Seawright became one of the school’s diversity ambassadors, and in her second year served as president of the Student National Medical Association, which organizes the annual Chandler Park Academy Health Fair that’s held in conjunction with Martin Luther King Jr. Day.

Outside of school, Seawright counsels youth at her church.

But it was an occurrence at Chandler Park a couple of years ago that sticks with her most.

“I was talking to one of the young girls who said she had never really seen herself in someone like a doctor or medical student,” said Seawright.

“She was really excited to meet me and the other black female students from our school. She said one day she wanted to be a surgeon and that after seeing us it seemed like it was possible.”

Seawright said the girl remains interested in medicine and hopes to eventually attend medical school.

“It just felt really good that someone said they could see themselves pursuing medicine because I didn’t have that example when I was younger,” she said.

 

‘Motivated to care for people of all backgrounds’

Rehman also has a strong history of working with diverse populations.

The Birmingham Groves High School graduate said the reason is simple: he aims to serve all populations when he becomes a physician.

“My conviction to become a physician stems from my lifelong goal to comfort and care for others — regardless of their race, ethnicity, or socioeconomic status — during their most troubling times,” he said.

An image of Rafey Rehman at Future Physicians 2019. Rehman, who earned his undergraduate degree from University of Michigan-Dearborn, said he was exposed to caring for others when he was younger. That’s when one of his family members struggled with COPD and another with Alzheimer’s. Like Seawright, the youthful experience was life-changing.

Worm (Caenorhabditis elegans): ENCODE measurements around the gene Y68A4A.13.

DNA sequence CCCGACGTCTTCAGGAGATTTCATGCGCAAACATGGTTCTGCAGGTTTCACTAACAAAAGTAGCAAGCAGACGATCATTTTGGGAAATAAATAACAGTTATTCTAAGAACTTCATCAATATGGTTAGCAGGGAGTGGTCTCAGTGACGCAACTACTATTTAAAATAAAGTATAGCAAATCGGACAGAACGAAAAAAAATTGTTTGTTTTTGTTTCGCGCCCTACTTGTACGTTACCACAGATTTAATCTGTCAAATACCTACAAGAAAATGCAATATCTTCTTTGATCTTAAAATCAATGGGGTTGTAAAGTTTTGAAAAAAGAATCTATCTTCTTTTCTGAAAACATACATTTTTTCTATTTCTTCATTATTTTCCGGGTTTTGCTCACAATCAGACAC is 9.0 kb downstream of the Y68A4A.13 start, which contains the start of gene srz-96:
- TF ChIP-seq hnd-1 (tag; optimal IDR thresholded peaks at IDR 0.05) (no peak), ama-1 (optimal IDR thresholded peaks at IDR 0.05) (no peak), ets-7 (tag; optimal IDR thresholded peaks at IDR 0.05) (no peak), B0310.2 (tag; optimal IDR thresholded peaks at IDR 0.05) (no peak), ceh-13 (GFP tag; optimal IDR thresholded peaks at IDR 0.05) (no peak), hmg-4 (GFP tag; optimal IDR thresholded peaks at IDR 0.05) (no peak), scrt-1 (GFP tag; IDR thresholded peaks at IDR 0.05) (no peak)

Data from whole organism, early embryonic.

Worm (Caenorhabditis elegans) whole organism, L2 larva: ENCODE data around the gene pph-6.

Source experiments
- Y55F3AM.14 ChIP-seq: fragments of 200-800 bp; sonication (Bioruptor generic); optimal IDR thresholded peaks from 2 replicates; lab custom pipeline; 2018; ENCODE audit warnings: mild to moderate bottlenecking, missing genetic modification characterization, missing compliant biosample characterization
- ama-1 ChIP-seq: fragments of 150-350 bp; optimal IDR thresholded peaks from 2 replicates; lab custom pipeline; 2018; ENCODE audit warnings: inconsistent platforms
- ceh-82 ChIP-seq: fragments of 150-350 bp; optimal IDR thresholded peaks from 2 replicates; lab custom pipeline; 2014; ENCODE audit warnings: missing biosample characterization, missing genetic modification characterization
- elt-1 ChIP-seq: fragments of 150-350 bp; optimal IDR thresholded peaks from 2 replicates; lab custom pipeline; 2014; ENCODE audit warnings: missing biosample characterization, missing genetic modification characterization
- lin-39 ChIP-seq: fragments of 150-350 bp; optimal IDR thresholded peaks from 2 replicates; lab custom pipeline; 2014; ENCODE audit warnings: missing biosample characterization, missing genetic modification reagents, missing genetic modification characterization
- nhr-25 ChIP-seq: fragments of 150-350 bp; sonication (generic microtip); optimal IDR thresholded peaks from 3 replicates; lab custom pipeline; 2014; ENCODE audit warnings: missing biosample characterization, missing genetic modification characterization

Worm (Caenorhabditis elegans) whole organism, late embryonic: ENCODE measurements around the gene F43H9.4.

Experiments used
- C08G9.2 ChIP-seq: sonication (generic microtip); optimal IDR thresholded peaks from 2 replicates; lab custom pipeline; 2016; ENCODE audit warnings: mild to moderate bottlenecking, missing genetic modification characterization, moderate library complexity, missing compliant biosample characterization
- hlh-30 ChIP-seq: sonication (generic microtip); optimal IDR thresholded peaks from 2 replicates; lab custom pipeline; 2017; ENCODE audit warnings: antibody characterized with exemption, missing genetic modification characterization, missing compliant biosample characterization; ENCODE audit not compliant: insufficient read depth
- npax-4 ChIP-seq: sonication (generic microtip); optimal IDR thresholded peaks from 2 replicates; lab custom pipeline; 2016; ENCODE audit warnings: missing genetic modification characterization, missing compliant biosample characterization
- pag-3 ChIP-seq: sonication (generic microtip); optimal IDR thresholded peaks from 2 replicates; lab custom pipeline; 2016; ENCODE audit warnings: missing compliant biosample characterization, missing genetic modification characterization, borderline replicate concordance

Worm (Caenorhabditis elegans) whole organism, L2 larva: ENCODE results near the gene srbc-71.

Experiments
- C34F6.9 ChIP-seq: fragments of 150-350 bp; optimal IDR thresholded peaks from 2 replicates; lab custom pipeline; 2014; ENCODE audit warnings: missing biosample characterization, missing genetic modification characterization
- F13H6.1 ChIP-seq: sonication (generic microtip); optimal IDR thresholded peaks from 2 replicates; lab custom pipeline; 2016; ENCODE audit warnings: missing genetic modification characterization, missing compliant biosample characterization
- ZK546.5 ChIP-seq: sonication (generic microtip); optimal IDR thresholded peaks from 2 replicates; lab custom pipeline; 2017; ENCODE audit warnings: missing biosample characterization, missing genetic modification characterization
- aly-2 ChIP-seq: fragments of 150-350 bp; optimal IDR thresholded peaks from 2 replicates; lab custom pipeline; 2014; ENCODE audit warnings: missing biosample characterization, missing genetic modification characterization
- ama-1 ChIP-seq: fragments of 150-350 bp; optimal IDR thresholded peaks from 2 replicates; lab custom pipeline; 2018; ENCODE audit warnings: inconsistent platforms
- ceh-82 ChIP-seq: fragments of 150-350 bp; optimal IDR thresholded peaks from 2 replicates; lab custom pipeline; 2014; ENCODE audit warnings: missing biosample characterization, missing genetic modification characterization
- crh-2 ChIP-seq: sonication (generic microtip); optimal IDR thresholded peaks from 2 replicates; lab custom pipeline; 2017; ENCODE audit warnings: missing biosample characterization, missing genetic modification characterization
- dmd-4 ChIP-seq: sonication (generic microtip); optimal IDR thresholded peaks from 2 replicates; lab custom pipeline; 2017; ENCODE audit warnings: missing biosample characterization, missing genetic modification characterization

“That heightened my awareness to the different types of struggles that people experience and was one of the reasons I’ve always been motivated to care for people of all backgrounds,” he said.

He credited OUWB, his peers, and the school’s professors for teaching him about the “endless possibilities that medicine has to change people’s lives.”

For example, he has been able to work with a clinic in Dearborn on a study assessing risk factors in at-risk populations for H. pylori (a common type of bacteria that grows in the digestive tract and has a tendency to attack the stomach lining).

Rehman has also worked with OUWB’s Diversity & Inclusion’s Future Physicians Summer Enrichment Program (FPSP), the Joanne and Ted Lindsay Foundation Autism Outreach Services (commonly known as OUCARES), and volunteers at a clinic in Detroit to serve uninsured and underinsured patients among other extracurricular activities.

It’s all preparation for when Rehman graduates from OUWB and moves on in his career.

“I’m really confident that the service experiences and medical education that I’ve gained at OUWB is going to enable me to become a physician who is able to comfort and care for patients during their most difficult moments,” he said.

For more information, contact Andrew Dietderich, marketing writer, OUWB, at adietderich@oakland.edu